Updated: February 9, 2020 4:28:06 pm
Earlier this week (on February 6), an audio clip purportedly released by former Pakistan Taliban spokesman Ehsanullah Ehsan surfaced on social media, in which he said he had escaped from confinement by Pakistani security agencies on January 11.
In the clip, Ehsan said he had escaped since Pakistani forces had “failed to keep promises made to him” during his surrender in 2017. Pakistani dailies, including Dawn and The Express Tribune, reported that Ehsan fled during an operation to capture and target terrorists, PTI reported.
A former spokesperson of the Tehrik-i-Taliban Pakistan (TTP) and Jamaat-ul-Ahrar (JuA), Ehsan was involved in the firing on Malala Yousafzai in 2012 and the Peshawar Army school terror attack of 2014.
Who is Ehsanullah Ehsan?
Ehsan, whose real name according to Pakistan-based newspaper Dawn is Liaqat Ali, was the spokesperson for the Tehreek-i-Taliban Pakistan (TTP) until 2014, after which he shifted to the Jamaat-ul-Ahrar (JuA), a splinter group of the TTP.
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As spokesperson of the groups, Ehsan would use media campaigns, social media networks, and call up local journalists to claim responsibility for terrorist attacks.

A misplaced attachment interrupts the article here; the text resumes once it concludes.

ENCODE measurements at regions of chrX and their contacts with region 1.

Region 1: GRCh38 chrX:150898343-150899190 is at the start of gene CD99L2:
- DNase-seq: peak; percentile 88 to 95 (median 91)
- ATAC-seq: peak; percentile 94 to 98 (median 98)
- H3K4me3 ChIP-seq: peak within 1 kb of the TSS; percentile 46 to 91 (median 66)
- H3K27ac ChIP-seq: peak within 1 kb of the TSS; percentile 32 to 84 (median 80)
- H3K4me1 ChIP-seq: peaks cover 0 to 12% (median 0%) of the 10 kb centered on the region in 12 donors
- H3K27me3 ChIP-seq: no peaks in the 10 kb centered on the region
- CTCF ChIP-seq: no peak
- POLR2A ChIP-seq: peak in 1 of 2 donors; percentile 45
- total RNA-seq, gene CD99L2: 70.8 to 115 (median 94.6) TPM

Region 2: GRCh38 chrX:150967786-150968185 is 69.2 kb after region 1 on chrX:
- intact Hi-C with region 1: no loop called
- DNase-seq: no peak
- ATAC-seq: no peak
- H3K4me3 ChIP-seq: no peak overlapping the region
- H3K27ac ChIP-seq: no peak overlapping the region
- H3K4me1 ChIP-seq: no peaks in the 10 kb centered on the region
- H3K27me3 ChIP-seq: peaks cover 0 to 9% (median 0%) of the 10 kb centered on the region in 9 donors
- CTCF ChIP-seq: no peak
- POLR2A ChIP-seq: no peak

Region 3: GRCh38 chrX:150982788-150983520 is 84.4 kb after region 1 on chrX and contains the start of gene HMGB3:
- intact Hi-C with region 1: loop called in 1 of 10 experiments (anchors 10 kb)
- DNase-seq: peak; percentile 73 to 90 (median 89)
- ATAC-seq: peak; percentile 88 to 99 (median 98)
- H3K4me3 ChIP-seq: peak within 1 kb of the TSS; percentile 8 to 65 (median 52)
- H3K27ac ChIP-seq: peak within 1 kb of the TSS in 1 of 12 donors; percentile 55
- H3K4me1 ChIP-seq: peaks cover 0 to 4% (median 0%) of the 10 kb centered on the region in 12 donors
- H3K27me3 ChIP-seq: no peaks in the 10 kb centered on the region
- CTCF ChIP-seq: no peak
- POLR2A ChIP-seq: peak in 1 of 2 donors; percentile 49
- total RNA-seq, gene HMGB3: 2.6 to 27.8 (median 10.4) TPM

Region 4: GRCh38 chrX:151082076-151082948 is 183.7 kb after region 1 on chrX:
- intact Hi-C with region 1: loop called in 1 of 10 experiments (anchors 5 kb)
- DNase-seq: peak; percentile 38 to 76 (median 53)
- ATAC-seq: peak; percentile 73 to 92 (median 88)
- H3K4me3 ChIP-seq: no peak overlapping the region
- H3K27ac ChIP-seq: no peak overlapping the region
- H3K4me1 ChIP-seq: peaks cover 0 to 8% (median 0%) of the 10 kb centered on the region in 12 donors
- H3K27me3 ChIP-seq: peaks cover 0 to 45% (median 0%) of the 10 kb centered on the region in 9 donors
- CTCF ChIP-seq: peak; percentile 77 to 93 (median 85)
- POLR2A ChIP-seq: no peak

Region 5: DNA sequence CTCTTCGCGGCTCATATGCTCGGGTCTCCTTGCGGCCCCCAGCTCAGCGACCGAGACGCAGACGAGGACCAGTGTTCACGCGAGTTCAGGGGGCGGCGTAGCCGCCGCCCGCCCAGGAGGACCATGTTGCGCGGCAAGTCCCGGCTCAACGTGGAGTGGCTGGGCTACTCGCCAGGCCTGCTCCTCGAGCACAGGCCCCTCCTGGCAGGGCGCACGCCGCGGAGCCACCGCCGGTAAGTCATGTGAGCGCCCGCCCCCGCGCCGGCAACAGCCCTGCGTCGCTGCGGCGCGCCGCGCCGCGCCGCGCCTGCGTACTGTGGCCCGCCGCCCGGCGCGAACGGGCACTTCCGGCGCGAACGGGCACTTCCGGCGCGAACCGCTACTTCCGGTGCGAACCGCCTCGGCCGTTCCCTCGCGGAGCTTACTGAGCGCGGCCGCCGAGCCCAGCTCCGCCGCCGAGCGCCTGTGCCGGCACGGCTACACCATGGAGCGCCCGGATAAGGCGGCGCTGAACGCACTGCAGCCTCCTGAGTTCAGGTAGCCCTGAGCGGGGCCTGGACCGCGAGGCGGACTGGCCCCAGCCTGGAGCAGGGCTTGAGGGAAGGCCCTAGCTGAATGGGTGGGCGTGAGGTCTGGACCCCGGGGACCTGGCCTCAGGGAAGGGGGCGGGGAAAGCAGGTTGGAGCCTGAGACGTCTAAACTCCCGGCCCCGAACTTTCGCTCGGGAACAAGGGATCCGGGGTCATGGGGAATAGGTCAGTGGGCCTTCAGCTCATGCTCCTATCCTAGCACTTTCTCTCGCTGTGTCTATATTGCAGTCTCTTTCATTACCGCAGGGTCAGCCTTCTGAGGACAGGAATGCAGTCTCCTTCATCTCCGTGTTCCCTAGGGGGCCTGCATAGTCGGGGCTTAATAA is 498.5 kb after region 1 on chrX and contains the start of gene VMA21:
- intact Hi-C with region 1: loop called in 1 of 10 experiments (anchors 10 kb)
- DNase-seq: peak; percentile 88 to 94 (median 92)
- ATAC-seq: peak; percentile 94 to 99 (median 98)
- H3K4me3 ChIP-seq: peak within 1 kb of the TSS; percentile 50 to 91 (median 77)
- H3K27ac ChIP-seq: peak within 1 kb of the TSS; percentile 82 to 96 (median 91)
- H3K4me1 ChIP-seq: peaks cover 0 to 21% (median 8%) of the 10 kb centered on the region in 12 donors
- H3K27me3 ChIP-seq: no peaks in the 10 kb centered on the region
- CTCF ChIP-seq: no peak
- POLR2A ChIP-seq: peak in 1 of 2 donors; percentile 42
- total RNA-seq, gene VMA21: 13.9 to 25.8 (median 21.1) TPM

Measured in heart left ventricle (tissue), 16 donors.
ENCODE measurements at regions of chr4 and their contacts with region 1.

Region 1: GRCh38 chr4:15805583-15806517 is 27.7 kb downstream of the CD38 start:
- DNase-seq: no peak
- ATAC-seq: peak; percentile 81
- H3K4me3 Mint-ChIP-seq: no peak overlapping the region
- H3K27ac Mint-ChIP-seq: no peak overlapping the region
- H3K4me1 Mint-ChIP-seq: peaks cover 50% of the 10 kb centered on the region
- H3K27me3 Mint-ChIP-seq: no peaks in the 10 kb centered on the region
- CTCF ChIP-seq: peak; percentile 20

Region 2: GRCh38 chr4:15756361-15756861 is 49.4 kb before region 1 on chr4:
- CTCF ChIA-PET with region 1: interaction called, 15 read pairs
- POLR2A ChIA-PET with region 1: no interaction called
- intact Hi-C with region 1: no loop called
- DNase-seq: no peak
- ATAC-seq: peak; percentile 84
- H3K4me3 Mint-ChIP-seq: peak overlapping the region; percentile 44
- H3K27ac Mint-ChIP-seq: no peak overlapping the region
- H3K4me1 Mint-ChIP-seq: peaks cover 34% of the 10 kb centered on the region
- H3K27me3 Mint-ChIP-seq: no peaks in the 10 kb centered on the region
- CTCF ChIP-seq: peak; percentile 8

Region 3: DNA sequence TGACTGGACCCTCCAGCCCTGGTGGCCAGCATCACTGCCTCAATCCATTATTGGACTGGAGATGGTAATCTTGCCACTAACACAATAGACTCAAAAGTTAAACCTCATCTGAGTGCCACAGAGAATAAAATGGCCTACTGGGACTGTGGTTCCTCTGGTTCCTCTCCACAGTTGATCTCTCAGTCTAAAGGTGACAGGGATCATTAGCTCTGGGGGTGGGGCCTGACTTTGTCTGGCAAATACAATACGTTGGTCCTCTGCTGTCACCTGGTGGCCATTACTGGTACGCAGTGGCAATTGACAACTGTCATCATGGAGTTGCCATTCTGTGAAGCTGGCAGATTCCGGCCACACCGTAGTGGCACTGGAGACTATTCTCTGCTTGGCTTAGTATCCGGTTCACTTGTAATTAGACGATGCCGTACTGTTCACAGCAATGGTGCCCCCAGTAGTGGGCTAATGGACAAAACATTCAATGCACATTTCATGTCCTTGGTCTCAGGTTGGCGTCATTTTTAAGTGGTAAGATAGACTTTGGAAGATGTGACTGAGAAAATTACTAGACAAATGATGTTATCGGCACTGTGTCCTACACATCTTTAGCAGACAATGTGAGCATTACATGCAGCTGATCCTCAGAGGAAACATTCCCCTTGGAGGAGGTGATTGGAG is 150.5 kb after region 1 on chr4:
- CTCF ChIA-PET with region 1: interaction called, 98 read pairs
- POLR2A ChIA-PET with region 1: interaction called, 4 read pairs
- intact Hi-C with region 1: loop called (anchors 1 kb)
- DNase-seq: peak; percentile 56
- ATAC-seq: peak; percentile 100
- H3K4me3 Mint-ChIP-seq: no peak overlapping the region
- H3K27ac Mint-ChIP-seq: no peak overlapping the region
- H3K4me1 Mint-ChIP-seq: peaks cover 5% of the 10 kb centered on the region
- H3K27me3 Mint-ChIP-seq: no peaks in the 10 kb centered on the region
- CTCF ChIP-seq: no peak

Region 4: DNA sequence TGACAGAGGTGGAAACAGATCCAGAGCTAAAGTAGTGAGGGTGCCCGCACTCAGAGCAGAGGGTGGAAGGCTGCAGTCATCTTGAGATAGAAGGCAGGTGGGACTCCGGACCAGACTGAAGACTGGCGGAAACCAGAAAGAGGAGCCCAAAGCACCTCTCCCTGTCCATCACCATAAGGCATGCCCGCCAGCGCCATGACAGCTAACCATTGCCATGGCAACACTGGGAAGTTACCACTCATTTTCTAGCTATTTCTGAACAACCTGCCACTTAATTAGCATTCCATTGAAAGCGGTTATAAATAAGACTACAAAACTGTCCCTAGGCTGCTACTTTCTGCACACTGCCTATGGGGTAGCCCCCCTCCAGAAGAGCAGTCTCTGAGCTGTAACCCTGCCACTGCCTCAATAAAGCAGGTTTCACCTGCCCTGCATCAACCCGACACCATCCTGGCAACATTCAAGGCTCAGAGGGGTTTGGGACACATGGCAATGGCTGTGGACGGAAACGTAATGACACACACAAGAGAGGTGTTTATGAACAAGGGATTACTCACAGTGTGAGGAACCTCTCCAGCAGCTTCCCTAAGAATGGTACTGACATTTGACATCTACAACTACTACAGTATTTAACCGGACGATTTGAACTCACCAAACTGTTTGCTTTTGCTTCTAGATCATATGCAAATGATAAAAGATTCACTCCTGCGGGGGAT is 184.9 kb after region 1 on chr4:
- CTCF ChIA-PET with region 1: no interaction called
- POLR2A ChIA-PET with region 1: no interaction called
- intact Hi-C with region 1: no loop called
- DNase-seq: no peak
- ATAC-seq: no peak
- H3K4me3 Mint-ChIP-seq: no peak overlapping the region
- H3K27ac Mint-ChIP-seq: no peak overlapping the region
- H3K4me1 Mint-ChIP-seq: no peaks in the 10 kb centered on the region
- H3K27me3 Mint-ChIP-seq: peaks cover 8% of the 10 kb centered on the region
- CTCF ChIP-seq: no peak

The TTP and JuA have been responsible for major terrorist attacks in Pakistan, including the 2016 Easter Sunday attack in Lahore in which over 75 people were killed.
In April 2017, Ehsan surrendered to Pakistani security agencies, who hailed his arrest as a significant victory. In December of that year, a two-member bench of the Peshawar High Court barred the Pakistani government from releasing Ehsan.
According to the Dawn report, Ehsan had been sharing sensitive and accurate information with Pakistani security agencies, which led to the busting of key terror networks both in and outside Pakistan. It was during one such operation that Ehsan was able to flee, the report said.
In the audio clip, Ehsan has said his arrest was part of an “arrangement” with Pakistani authorities, and has promised to reveal more information about the deal. According to a report in The New York Times, Ehsan had agreed to the 2017 surrender in exchange for a large payment by Pakistan’s security forces.
The report also said that Ehsan was not sent to an ordinary prison, but was placed under house arrest in the upscale Hayatabad suburb of Peshawar. Here, he lived in relative comfort, and even fathered a child.
Ehsan and his family escaped in January after waiting for three years to be paid, the NYT report says. Pakistani agencies subsequently offered Ehsan more money to turn himself in, which he refused.
Ehsan is now believed to be hiding on the mountainous Pakistan-Afghanistan border.
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